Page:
Imitating Hungary, Poland considers guarded container migrant camps

COMPILED FROM WIRE SERVICES
ISTANBUL
Published 14.04.2017 22:09
Updated 14.04.2017 22:10
A Syrian family carry their belongings through the forest near the Hungarian border fence at the Tompa border station transit zone on April 6. (AFP Photo)
A Syrian family carry their belongings through the forest near the Hungarian border fence at the Tompa border station transit zone on April 6. (AFP Photo)

Poland is working on regulations that would allow it to detain asylum seekers in border camps, arguing such a policy has served Hungary well despite being criticized by the U.N.

The Polish government is planning to create container camps for asylum-seekers, with the interior minister saying Thursday that a similar system is working well in Hungary.

Such container camps would most likely be placed on the border with Belarus, where people from Chechnya and elsewhere — many of whom are victims of political repression — regularly try to enter Poland in the hope of seeking asylum.

The Helsinski Foundation for Human Rights in Warsaw said it would be harmful to detain people, especially families with children, under such conditions. The foundation also argued the step was unnecessary because Poland is not facing a major influx of migrants, with only about 1,200 asylum applications submitted last year.

The Gazeta Wyborcza daily reported that the plan for detaining asylum seeks involves putting them in containers behind barbed wire.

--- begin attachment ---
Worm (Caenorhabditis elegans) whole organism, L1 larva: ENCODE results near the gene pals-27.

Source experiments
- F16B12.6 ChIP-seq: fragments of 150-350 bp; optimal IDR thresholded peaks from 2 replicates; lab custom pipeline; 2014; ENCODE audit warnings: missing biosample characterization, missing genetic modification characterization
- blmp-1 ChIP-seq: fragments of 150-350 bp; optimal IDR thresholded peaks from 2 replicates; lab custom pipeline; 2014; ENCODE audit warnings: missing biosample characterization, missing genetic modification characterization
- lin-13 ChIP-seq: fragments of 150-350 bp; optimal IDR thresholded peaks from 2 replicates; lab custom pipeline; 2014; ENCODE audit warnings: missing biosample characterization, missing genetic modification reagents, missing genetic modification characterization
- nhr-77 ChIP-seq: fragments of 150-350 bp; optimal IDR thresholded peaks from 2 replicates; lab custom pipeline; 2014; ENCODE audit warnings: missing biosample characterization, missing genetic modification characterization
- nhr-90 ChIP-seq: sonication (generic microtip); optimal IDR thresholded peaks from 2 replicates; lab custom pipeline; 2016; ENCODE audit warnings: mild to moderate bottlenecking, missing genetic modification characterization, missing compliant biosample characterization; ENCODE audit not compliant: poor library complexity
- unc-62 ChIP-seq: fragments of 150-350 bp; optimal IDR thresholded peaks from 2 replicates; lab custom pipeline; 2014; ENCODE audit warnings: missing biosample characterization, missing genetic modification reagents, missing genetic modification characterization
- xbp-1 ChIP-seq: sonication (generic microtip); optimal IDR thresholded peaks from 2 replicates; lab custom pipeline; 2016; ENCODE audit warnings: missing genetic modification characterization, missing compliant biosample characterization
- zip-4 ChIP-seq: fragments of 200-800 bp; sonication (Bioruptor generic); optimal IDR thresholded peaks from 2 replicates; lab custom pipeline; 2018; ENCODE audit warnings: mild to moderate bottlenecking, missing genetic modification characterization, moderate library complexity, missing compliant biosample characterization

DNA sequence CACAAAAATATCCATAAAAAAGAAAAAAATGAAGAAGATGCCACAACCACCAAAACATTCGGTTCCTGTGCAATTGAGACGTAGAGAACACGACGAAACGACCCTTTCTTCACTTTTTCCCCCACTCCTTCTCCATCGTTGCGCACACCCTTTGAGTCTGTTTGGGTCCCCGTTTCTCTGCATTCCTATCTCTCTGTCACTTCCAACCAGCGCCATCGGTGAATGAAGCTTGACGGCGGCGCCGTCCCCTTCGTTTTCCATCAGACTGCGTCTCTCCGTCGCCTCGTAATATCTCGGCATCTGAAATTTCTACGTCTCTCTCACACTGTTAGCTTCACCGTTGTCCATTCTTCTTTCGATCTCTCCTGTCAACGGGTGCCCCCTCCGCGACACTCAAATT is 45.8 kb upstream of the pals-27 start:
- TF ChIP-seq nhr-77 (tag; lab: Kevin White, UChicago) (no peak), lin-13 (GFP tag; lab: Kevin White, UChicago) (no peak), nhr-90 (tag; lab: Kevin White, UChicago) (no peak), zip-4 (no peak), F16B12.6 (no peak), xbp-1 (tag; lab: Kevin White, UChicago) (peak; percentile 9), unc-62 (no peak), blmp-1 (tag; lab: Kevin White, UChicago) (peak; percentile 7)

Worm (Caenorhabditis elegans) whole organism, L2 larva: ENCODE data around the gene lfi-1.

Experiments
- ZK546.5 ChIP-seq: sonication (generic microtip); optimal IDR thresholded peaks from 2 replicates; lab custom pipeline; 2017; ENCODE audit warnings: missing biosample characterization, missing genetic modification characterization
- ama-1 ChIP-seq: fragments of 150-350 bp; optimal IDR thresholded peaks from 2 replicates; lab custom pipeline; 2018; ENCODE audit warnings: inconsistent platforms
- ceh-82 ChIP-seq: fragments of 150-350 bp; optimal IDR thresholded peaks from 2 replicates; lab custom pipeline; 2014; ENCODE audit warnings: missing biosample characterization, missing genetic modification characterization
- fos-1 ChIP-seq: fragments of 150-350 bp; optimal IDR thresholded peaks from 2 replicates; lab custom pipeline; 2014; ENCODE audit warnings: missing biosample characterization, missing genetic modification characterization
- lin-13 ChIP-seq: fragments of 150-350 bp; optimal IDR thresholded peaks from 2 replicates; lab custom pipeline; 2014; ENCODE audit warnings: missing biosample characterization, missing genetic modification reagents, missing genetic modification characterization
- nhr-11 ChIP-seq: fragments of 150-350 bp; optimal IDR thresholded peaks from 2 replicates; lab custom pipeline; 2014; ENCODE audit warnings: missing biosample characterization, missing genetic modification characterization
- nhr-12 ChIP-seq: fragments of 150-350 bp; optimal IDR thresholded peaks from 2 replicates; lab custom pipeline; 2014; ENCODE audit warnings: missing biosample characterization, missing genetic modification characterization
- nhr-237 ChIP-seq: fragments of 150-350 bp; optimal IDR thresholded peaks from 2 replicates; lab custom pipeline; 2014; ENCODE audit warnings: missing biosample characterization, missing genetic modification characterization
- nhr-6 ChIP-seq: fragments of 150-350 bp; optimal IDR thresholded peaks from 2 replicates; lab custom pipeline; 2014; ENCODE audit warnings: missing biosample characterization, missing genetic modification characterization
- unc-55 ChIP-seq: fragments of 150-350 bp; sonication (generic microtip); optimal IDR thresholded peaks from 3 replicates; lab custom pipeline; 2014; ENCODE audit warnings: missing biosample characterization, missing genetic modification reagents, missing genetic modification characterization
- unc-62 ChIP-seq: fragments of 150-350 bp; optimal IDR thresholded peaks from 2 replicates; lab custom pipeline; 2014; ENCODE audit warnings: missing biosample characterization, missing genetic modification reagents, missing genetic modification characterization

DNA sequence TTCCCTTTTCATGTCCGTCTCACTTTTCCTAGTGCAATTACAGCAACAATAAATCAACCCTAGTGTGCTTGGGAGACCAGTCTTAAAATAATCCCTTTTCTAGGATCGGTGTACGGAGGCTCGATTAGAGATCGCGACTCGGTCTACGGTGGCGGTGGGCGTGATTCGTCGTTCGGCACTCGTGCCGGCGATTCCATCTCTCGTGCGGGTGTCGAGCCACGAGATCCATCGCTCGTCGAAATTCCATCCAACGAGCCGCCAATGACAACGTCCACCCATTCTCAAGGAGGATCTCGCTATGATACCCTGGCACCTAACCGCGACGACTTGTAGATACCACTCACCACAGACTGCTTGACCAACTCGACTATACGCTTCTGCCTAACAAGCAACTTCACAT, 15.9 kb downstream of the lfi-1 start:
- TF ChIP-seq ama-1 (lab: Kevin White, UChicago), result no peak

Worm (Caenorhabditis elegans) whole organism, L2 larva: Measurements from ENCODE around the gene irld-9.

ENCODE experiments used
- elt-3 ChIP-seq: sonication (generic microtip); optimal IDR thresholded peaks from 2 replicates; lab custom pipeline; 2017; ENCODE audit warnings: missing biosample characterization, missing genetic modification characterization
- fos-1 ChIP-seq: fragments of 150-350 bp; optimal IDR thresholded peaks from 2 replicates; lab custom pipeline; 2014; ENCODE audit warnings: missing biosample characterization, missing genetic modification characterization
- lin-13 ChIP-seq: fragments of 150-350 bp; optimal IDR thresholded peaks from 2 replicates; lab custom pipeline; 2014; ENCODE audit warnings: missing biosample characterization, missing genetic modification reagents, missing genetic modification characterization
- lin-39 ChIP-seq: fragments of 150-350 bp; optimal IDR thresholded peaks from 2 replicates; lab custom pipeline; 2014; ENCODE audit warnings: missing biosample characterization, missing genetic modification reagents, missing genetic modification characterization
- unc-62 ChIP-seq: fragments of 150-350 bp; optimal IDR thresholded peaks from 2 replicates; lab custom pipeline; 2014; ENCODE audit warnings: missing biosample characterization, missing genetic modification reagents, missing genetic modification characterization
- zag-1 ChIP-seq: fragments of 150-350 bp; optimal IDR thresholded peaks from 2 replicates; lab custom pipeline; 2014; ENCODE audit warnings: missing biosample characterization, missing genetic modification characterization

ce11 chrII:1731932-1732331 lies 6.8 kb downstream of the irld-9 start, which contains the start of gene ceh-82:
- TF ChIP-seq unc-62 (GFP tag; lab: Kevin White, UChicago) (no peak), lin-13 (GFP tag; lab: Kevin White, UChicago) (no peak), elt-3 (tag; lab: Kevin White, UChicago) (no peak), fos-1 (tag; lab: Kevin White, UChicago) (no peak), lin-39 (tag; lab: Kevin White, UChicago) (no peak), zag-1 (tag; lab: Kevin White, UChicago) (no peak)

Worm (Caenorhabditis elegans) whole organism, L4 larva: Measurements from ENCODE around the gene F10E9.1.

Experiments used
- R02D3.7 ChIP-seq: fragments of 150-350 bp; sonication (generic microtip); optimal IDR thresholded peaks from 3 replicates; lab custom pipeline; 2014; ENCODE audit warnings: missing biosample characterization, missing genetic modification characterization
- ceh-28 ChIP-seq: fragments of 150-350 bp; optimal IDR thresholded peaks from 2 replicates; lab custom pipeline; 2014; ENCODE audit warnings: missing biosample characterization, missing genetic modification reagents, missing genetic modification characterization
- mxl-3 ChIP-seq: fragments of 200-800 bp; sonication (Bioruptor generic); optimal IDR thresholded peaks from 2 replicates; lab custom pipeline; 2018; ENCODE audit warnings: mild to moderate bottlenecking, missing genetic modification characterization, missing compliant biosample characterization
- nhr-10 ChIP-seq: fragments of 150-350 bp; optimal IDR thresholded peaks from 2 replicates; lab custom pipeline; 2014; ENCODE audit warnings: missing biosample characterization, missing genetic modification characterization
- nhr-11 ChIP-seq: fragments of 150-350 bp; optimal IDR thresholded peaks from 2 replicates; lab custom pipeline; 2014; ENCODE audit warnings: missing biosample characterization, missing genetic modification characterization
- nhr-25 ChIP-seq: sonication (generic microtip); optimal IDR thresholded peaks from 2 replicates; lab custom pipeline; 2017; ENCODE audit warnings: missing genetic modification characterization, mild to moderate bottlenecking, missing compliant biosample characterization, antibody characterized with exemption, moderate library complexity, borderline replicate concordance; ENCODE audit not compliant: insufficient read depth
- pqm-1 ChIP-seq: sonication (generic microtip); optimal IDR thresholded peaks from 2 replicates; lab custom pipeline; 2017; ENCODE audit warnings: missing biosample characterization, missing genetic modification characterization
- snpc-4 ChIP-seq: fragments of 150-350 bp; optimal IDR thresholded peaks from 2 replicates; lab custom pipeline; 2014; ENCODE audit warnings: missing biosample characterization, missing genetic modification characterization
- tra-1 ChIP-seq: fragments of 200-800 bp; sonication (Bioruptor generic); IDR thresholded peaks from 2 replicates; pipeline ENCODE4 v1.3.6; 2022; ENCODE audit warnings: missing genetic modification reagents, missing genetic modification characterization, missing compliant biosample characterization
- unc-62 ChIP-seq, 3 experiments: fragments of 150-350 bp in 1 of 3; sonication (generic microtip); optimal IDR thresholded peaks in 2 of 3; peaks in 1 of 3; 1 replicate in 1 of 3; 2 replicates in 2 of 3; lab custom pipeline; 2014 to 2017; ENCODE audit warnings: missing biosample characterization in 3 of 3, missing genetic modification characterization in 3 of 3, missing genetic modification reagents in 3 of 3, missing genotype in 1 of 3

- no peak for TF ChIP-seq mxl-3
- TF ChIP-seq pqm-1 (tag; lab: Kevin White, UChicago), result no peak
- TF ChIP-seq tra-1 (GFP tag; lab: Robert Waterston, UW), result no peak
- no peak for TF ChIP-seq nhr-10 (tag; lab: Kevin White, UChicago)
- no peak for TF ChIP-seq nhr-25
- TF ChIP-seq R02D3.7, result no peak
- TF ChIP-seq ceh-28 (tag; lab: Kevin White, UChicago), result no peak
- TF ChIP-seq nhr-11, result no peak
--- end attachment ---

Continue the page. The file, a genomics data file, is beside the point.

"If there is an emergency situation, we must be prepared for all scenarios," Interior Minister Mariusz Blaszczak said Thursday on Radio Zet.

Poland remains opposed to accepting Muslims, which the government considers a threat to the nation's Catholic culture. Poland, Hungary and other central European EU member states are opposed to an European Commission plan to distribute migrants from Africa and the Middle East across the bloc.

Both Poland and Hungary have faced criticism for refusing to accept any of the hundreds of thousands of migrants who arrived in Europe in 2015.

But unlike Hungary, Poland - a country which issued over a million work permits for neighboring Ukrainians last year - has not seen thousands of migrants from Africa and Middle East storm its borders.

Hungary, one of the focal points of Europe's migration crisis since 2015, last month approved a law to detain migrants in border camps, a step which the United Nations said violated EU law and would have a "terrible physical and psychological impact" on asylum seekers.

The migrants' camps are made out of scrapped shipping containers, an extremely cheap and innovative construction material. Hungary is also building four small military bases along the fence to provide accommodations for some of the 3,000 soldiers on border duty along with police. The barracks are being built out of shipping containers as well and each base will have room for 150 people.

The country granted asylum or some form of protection to 425 people in 2016, while receiving 29,432 applications.

Prime Minister Viktor Orban has called mass migration a threat to Europe's socioeconomic make-up and a "Trojan horse for terrorism" and Hungary has been a focal point for Europe's migration crisis since 2015.

Orban has also argued that allowing in so many Muslims risks undermining Europe's liberal democratic values and its Christian traditions, which are not being shared by the majorities of the new arrivals.

The migrant relocation plan was decided by EU leaders in September 2015 despite Hungary, the Czech Republic, Slovakia and Romania voting against it. Although generally opposed to it, Poland's previous centrist government voted with majority. Last Wednesday, the EU executive arm stepped up pressure on Poland and Hungary to take in asylum seekers under the bloc's plan.

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